So you have a great idea that you and your Co-Founders keep going round and round with, trying to get things moving in the right direction? You are not alone.
Probably the most frequent conversation we have with Founders involves methods of execution. Founders are often obsessed with how quickly they can get their idea to market, and saving valuable time and money is top of mind. Often a foundation of knowledge of what the startup ecosystem is – and how startups can benefit – is lacking. While accelerating your idea is important, it’s most important to choose the right approach that will help you accelerate the right way! Let’s take a look at your options.
Startup accelerators provide intense, rapid education, mentorship and financing to early-stage growth-driven companies. Think about the start-up you recently read about who created a product and shared it in a “demo day” fashion six months after starting. Y Combinator and TechStars may be the most well-known global brands in the startup accelerator ecosystem.
Are startup accelerators effective? Absolutely. They provide a path for Founders to learn-by-doing in a short amount of time which allows for strategic pivots and a process for scaling. They are driven to help bring early-stage financing and improve the odds of success to the startup, but not without cost. In exchange, they often take equity and direct startups in their purview based on their mentors ideology.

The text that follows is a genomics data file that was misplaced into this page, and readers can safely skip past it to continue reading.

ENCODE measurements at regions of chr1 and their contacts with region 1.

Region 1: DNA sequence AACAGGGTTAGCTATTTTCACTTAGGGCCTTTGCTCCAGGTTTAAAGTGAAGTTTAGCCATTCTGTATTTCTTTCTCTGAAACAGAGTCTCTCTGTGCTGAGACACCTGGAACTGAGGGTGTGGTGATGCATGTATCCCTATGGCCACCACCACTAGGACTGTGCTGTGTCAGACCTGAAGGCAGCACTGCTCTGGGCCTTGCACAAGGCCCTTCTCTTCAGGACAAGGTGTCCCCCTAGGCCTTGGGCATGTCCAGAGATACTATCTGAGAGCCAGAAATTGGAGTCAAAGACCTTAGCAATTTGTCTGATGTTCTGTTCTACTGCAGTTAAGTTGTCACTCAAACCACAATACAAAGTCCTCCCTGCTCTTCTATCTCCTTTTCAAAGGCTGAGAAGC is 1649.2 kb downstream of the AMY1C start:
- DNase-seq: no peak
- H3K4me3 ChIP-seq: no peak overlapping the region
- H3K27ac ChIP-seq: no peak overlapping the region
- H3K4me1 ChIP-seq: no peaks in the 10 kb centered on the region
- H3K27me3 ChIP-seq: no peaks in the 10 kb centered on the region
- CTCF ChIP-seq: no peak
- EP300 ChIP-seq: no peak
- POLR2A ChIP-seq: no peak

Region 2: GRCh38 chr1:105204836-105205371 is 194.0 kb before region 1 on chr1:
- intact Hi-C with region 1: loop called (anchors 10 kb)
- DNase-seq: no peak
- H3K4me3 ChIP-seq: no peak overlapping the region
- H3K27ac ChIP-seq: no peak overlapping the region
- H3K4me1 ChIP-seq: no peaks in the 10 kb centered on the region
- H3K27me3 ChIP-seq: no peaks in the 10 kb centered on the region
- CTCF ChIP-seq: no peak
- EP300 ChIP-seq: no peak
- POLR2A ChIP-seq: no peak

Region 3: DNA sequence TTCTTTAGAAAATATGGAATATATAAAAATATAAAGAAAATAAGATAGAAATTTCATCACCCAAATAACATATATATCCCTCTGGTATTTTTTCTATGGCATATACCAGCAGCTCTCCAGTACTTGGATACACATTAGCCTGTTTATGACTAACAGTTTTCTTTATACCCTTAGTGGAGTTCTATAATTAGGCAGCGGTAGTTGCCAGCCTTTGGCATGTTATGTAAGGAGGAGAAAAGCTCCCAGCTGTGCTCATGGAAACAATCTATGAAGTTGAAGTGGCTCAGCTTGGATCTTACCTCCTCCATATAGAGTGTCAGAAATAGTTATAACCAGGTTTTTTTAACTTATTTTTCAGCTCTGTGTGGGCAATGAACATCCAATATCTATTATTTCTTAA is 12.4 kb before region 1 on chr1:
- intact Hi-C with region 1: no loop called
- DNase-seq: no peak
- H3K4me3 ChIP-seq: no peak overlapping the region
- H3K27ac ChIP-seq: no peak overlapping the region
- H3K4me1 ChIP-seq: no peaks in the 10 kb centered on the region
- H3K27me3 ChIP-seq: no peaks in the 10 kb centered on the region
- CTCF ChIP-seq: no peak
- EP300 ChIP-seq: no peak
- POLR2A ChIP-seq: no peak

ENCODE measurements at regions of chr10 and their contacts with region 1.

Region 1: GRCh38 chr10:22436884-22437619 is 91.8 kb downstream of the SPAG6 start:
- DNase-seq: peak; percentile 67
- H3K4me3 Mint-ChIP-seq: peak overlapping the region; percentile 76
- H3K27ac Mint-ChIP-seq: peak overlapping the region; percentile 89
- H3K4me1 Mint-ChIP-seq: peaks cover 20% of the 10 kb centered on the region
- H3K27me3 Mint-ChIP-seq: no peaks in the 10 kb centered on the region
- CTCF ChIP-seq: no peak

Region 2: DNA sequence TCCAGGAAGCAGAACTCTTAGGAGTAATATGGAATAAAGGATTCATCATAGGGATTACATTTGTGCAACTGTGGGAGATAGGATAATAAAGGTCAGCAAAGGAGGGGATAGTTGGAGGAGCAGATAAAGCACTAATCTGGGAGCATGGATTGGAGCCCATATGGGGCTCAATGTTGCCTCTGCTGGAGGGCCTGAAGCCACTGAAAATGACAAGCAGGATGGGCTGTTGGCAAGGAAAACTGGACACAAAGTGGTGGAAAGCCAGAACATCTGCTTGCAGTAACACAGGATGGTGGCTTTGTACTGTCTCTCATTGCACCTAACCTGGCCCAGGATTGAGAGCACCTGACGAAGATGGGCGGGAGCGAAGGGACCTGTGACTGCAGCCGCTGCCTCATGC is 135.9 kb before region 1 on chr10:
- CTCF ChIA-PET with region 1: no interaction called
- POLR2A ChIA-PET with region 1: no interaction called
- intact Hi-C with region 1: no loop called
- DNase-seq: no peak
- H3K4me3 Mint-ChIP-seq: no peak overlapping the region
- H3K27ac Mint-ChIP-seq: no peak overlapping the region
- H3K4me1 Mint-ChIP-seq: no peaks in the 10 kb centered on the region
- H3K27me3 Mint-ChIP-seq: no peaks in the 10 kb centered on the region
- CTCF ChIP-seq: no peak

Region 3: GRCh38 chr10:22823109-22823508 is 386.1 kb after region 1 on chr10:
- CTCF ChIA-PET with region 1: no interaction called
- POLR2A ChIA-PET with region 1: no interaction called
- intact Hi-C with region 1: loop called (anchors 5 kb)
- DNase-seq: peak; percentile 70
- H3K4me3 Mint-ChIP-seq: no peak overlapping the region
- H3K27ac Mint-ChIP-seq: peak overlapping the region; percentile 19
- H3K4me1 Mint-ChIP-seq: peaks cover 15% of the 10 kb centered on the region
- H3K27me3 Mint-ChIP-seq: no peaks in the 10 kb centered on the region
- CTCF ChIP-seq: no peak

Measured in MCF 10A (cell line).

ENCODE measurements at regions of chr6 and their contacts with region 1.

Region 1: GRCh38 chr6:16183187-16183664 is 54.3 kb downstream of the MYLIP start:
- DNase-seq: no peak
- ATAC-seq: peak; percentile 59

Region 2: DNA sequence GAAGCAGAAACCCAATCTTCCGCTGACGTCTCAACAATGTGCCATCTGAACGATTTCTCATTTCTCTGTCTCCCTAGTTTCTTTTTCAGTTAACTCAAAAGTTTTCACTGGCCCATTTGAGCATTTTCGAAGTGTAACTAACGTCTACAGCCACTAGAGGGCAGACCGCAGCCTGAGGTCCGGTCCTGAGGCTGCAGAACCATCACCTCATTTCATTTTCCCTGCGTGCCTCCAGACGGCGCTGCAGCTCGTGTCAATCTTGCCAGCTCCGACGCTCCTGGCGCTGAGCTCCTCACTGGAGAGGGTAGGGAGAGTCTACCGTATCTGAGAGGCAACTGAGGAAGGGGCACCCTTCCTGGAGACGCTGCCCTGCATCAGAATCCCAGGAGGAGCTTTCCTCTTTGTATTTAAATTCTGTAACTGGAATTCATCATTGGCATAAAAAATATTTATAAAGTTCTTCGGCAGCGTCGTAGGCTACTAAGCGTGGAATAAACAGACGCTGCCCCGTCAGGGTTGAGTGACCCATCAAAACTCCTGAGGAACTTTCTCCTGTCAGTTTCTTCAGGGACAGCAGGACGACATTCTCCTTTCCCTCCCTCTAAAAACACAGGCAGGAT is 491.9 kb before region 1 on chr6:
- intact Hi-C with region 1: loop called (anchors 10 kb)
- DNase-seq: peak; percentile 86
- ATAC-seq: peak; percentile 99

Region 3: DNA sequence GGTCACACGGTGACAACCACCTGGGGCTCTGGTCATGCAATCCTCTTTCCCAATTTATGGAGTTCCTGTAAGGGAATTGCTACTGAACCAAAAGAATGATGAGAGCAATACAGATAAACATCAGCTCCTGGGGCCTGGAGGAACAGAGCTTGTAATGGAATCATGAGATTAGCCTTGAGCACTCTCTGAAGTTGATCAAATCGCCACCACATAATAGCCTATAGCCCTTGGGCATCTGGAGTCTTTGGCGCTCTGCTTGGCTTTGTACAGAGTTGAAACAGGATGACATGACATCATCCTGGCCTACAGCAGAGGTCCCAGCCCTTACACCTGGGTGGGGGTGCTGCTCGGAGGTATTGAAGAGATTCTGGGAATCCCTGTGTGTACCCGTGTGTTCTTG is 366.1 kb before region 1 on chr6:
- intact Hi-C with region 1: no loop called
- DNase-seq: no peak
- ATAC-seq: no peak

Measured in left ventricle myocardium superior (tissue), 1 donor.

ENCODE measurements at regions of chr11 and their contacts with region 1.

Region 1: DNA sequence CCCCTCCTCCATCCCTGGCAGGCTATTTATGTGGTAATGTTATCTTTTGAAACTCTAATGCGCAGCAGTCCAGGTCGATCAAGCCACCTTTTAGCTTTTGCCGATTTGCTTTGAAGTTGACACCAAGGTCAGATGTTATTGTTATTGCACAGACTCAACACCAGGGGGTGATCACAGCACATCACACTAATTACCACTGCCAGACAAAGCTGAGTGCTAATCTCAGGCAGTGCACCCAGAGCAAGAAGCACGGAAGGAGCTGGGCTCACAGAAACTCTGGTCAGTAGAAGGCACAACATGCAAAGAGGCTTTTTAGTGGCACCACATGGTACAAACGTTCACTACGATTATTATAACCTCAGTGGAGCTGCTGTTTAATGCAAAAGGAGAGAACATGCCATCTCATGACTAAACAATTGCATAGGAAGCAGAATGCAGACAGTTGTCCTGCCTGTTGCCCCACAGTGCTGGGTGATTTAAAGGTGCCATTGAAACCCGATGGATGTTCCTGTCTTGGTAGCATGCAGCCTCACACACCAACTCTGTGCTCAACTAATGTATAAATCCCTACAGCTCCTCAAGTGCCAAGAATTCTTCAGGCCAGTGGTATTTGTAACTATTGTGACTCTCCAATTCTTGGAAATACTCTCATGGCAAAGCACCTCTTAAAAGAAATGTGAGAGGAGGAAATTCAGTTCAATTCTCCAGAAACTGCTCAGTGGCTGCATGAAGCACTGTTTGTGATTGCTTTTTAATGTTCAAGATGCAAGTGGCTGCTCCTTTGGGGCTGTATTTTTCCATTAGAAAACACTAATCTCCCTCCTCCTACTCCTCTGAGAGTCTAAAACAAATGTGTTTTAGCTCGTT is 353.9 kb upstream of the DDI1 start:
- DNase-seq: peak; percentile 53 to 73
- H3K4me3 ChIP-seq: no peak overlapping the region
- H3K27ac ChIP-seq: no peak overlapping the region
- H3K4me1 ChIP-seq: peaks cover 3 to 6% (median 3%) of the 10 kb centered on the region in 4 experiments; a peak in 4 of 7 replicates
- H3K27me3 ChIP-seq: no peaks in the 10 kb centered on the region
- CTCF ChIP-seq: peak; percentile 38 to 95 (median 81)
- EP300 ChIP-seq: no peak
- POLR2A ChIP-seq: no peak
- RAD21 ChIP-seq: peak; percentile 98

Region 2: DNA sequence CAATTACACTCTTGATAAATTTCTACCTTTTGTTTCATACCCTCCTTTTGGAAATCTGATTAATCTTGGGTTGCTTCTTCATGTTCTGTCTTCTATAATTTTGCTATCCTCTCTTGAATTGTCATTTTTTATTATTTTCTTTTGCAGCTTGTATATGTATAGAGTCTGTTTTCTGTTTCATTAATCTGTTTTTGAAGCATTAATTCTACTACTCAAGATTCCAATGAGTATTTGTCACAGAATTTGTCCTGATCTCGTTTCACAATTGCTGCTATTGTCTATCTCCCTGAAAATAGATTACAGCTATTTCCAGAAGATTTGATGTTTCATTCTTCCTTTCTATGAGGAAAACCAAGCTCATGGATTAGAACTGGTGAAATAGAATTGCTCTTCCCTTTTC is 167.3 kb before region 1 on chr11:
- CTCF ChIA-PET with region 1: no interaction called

Incubators have been around since the 1950s, but we tend to think about them in recent years as startup and/or tech-focused. Often Founders get them confused with accelerators, but there is a distinct difference. While accelerators are focused on growth in a set time frame (and are typically tough to get in due to application lead times and long waiting periods), incubators “incubate” ideas with the goal of defining a business model and company. They will often take a portion of equity in exchange for resources, and are characterized by a slower time to market.
Some incubators focus on specific markets or are general in nature. You can find incubators located in a co-working space, a university, or a specific department within a large enterprise. Some private incubators exist as well. Despite the variety, one thing is clear – incubators provide the education and support for an idea to take shape with minimal mentorship and minimal funding opportunities. Their value lies in the specific guidance they provide, nurturing an idea and supporting the idea as it grows.
While Founders should try to put off raising capital at the start, some seek angel investment as a strategic move for building value as soon as market entry is possible. Angel investors most commonly support early stage start-ups once an idea has been developed, whether through a prototype or beta version. They provide little education or mentorship and are known to fund early development before venture capital is raised.
One of the key differentiators of angel investors in the startup ecosystem is that they typically provide better terms than traditional lending institutions, leveraging their own wealth in exchange for equity or convertible debt. This can be an attractive way for Founders to give flight to an idea that has gone through early stage validation.